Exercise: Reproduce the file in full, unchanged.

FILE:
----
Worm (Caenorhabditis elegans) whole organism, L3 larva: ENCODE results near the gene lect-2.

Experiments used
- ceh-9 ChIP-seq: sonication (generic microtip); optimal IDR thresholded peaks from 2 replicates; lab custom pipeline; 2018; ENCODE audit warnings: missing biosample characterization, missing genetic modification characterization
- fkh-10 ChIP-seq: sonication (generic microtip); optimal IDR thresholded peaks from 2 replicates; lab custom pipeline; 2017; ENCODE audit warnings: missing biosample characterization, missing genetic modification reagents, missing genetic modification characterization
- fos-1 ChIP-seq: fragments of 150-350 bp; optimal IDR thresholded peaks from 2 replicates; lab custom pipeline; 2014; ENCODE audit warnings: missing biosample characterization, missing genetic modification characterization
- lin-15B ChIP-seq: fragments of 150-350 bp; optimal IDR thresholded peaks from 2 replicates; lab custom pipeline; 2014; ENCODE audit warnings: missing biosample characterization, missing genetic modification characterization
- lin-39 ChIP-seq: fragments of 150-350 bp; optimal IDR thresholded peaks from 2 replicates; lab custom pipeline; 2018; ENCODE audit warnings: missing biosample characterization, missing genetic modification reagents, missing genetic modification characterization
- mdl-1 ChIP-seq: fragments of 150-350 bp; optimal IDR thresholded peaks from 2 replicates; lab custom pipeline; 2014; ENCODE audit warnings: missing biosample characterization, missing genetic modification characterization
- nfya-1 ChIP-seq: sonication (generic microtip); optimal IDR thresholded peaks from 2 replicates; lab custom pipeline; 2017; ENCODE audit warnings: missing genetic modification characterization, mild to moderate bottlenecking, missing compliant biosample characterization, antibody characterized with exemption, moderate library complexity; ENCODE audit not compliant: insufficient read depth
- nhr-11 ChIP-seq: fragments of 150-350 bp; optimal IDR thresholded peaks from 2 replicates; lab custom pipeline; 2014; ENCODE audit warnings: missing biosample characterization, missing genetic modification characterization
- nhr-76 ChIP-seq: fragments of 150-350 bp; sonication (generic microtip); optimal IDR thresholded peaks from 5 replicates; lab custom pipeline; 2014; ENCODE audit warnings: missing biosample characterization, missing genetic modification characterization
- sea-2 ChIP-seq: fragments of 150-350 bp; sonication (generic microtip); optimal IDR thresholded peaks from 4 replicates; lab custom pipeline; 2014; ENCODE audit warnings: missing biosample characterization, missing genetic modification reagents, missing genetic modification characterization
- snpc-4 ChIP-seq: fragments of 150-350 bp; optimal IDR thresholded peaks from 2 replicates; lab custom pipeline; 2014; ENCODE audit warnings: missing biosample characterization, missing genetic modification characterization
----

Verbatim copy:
Worm (Caenorhabditis elegans) whole organism, L3 larva: ENCODE results near the gene lect-2.

Experiments used
- ceh-9 ChIP-seq: sonication (generic microtip); optimal IDR thresholded peaks from 2 replicates; lab custom pipeline; 2018; ENCODE audit warnings: missing biosample characterization, missing genetic modification characterization
- fkh-10 ChIP-seq: sonication (generic microtip); optimal IDR thresholded peaks from 2 replicates; lab custom pipeline; 2017; ENCODE audit warnings: missing biosample characterization, missing genetic modification reagents, missing genetic modification characterization
- fos-1 ChIP-seq: fragments of 150-350 bp; optimal IDR thresholded peaks from 2 replicates; lab custom pipeline; 2014; ENCODE audit warnings: missing biosample characterization, missing genetic modification characterization
- lin-15B ChIP-seq: fragments of 150-350 bp; optimal IDR thresholded peaks from 2 replicates; lab custom pipeline; 2014; ENCODE audit warnings: missing biosample characterization, missing genetic modification characterization
- lin-39 ChIP-seq: fragments of 150-350 bp; optimal IDR thresholded peaks from 2 replicates; lab custom pipeline; 2018; ENCODE audit warnings: missing biosample characterization, missing genetic modification reagents, missing genetic modification characterization
- mdl-1 ChIP-seq: fragments of 150-350 bp; optimal IDR thresholded peaks from 2 replicates; lab custom pipeline; 2014; ENCODE audit warnings: missing biosample characterization, missing genetic modification characterization
- nfya-1 ChIP-seq: sonication (generic microtip); optimal IDR thresholded peaks from 2 replicates; lab custom pipeline; 2017; ENCODE audit warnings: missing genetic modification characterization, mild to moderate bottlenecking, missing compliant biosample characterization, antibody characterized with exemption, moderate library complexity; ENCODE audit not compliant: insufficient read depth
- nhr-11 ChIP-seq: fragments of 150-350 bp; optimal IDR thresholded peaks from 2 replicates; lab custom pipeline; 2014; ENCODE audit warnings: missing biosample characterization, missing genetic modification characterization
- nhr-76 ChIP-seq: fragments of 150-350 bp; sonication (generic microtip); optimal IDR thresholded peaks from 5 replicates; lab custom pipeline; 2014; ENCODE audit warnings: missing biosample characterization, missing genetic modification characterization
- sea-2 ChIP-seq: fragments of 150-350 bp; sonication (generic microtip); optimal IDR thresholded peaks from 4 replicates; lab custom pipeline; 2014; ENCODE audit warnings: missing biosample characterization, missing genetic modification reagents, missing genetic modification characterization
- snpc-4 ChIP-seq: fragments of 150-350 bp; optimal IDR thresholded peaks from 2 replicates; lab custom pipeline; 2014; ENCODE audit warnings: missing biosample characterization, missing genetic modification characterization